The Commercial Conciliation Center of the American Chamber of Commerce (Ghana) provides arbitration services on trade and investment issues for disputes regarding contracts with arbitration clauses.
There is interest in alternative dispute resolution, especially as it applies to commercial cases. Several lawyers provide arbitration and/or conciliation services. Arbitration decisions are enforceable provided they are registered in the courts.
In March 2005, the government established a commercial court with exclusive jurisdiction over all commercial matters. This court also handles disputes involving commercial arbitration and the enforcement of awards; intellectual property rights, including patents, copyrights and trademarks; commercial fraud; applications under the Companies Act; tax matters; and insurance and re-insurance cases. A distinctive feature of the commercial court is the use of mediation or other alternative dispute resolution mechanisms, which are mandatory in the pre-trial settlement conference stage. Ghana also has a Financial and Economic Crimes Court, which is a specialized division of the High Court that handles high-profile corruption and economic crime cases.
Enforcement of foreign judgments in Ghana is based on the doctrine of reciprocity. On this basis, judgments from Brazil, France, Israel, Italy, Japan, Lebanon, Senegal, Spain, the United Arab Emirates, and the United Kingdom are enforceable. Judgments from American courts are not currently enforceable in Ghana.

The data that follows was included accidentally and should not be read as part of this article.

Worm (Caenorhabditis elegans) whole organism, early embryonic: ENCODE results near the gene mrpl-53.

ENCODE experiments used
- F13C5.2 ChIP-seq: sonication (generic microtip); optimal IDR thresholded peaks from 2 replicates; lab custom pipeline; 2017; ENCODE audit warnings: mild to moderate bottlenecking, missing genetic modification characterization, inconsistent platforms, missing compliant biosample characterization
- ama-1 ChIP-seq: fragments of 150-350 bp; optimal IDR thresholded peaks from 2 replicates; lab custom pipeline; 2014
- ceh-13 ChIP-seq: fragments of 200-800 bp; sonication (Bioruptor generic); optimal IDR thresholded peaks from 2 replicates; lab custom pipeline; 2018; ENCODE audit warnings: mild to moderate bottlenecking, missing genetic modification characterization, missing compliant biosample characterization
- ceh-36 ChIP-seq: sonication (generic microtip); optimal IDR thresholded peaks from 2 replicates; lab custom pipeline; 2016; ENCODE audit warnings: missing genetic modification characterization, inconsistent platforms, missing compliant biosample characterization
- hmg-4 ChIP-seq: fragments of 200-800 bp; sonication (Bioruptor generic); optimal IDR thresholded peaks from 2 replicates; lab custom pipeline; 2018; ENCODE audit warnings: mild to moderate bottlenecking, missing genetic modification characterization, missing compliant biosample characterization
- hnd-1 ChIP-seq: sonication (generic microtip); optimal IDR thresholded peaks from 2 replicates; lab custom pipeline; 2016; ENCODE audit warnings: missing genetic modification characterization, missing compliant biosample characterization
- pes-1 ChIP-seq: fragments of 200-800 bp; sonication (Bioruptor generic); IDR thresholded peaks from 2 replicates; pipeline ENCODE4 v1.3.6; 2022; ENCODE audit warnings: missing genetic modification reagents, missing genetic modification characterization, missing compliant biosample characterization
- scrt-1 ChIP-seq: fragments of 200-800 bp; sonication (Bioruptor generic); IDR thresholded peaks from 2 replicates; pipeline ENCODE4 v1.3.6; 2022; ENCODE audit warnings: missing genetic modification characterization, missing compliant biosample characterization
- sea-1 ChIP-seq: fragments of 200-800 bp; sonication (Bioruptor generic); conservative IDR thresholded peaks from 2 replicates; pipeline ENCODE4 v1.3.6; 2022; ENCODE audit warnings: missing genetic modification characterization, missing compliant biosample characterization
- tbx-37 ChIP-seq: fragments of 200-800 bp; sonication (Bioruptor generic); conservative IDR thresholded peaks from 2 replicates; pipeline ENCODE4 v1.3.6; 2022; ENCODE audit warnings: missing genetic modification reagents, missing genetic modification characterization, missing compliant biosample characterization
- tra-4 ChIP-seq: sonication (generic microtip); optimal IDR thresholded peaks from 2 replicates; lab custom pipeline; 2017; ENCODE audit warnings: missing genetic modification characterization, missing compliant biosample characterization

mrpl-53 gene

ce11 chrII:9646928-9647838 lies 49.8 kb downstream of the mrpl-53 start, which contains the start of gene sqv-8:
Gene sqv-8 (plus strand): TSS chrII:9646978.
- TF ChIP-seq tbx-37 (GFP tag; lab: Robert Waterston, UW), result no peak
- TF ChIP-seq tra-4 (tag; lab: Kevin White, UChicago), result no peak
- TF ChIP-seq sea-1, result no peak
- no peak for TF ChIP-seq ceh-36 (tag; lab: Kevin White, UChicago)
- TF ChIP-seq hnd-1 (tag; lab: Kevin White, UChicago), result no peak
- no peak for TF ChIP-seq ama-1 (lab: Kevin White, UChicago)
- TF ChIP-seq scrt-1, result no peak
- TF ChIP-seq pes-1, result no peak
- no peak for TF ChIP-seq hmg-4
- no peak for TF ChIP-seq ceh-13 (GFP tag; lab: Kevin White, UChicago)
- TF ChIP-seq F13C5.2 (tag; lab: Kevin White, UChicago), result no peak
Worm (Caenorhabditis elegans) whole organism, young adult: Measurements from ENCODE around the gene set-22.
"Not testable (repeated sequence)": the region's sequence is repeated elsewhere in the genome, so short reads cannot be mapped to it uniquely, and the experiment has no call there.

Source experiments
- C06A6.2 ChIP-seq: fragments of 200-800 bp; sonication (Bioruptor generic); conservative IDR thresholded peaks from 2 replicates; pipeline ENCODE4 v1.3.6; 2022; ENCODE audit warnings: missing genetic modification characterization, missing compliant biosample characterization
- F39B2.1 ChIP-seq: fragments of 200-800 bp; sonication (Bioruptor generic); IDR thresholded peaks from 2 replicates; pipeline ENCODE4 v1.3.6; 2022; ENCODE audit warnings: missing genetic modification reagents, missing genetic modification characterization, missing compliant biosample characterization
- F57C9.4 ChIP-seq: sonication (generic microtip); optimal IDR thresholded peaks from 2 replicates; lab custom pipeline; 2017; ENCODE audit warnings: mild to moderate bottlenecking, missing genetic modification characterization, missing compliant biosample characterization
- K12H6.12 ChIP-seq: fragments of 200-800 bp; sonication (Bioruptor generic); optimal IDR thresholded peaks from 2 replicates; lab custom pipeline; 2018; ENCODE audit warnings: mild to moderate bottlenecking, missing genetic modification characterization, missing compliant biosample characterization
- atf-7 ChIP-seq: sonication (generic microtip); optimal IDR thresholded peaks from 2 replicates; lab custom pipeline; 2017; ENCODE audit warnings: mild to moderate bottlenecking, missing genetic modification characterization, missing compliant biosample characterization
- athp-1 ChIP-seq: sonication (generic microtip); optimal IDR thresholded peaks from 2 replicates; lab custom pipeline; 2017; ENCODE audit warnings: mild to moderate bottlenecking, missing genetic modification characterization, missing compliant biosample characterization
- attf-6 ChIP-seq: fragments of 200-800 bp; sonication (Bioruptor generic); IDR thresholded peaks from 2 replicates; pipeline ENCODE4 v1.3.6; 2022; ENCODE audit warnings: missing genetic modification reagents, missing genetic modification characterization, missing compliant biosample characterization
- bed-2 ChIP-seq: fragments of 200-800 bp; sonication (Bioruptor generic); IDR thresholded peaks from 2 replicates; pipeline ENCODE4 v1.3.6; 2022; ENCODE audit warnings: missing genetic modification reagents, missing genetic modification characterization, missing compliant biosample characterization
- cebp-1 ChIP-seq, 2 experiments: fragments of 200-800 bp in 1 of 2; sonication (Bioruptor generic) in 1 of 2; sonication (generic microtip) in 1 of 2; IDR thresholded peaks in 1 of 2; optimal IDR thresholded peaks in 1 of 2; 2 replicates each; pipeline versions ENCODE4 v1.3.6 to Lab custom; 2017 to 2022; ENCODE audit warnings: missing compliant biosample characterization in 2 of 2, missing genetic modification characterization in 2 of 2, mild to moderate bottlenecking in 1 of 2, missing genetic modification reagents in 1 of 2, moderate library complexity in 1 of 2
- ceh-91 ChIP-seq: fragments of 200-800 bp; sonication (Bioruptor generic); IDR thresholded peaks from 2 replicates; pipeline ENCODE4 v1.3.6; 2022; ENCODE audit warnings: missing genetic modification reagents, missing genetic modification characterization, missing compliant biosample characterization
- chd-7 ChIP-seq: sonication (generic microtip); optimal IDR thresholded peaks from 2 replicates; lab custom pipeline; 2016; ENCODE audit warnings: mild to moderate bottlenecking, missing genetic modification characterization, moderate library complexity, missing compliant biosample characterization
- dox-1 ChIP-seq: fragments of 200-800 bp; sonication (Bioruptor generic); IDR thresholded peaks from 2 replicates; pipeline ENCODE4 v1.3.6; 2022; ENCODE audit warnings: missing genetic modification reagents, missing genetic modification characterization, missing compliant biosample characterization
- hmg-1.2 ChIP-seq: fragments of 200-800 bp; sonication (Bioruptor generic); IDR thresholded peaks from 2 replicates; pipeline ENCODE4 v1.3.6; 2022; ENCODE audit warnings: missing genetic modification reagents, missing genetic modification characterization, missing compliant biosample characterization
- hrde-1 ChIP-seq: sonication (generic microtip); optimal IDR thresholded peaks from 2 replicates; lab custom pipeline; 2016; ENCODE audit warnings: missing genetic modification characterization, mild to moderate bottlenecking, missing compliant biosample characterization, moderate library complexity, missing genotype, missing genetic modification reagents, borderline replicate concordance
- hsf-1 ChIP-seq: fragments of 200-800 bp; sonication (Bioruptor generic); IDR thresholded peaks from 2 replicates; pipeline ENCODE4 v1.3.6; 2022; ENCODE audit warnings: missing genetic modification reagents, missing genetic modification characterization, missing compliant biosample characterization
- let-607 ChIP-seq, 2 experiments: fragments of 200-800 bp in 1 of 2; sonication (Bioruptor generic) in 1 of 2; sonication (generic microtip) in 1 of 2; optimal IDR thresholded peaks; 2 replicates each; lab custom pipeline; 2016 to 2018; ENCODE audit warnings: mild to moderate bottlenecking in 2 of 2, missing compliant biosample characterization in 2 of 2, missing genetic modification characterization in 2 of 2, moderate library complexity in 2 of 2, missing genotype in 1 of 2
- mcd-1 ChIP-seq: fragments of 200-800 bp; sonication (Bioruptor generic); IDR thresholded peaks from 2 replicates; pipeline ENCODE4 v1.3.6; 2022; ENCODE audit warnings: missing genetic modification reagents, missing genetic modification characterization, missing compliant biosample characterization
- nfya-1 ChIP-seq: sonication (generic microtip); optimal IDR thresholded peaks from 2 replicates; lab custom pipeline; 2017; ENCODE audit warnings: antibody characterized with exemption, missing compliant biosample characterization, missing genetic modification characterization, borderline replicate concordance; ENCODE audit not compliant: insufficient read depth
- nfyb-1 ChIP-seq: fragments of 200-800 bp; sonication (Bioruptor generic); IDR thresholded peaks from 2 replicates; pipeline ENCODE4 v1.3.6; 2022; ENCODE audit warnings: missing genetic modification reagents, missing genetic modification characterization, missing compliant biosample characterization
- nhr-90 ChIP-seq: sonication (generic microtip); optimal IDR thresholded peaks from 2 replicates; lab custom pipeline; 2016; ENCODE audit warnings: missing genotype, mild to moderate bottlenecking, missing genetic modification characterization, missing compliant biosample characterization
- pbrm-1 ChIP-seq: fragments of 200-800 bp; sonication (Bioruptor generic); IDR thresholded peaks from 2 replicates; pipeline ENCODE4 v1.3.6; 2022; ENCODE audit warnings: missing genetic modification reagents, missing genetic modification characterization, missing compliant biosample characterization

The GIPC, Free Zones, Labor, and Minerals and Mining Laws outline dispute settlement procedures and provide for arbitration when disputes cannot be settled by other means. They also provide for referral of disputes to arbitration in accordance with the rules of procedure of the United Nations Commission on International Trade Law (UNCITRAL), or within the framework of a bilateral agreement between Ghana and the investor’s country. The Alternative Dispute Resolution Act, 2010 (Act 798) provides for the settlement of disputes by mediation and customary arbitration, in addition to regular arbitration processes.
Ghana does not have a bankruptcy statute. A new insolvency law, the Corporate Restructuring and Insolvency Act, 2020 (Act 1015), was passed to replace the Bodies Corporate (Official Liquidations) Act, 1963 (Act 180). The new law, unlike the previous one, provides for reorganization of a company before liquidation when it is unable to pay its debts, as well as cross-border insolvency rules. The new law does not have a U.S. Chapter 11-style bankruptcy provision, but allows for a process that puts the company under administration for restructuring. The new law complements the law for private liquidations under the Companies Act, 2019 (Act 992), but does not apply to businesses that are under specialized regulations such as banks and insurance companies.
4. Industrial Policies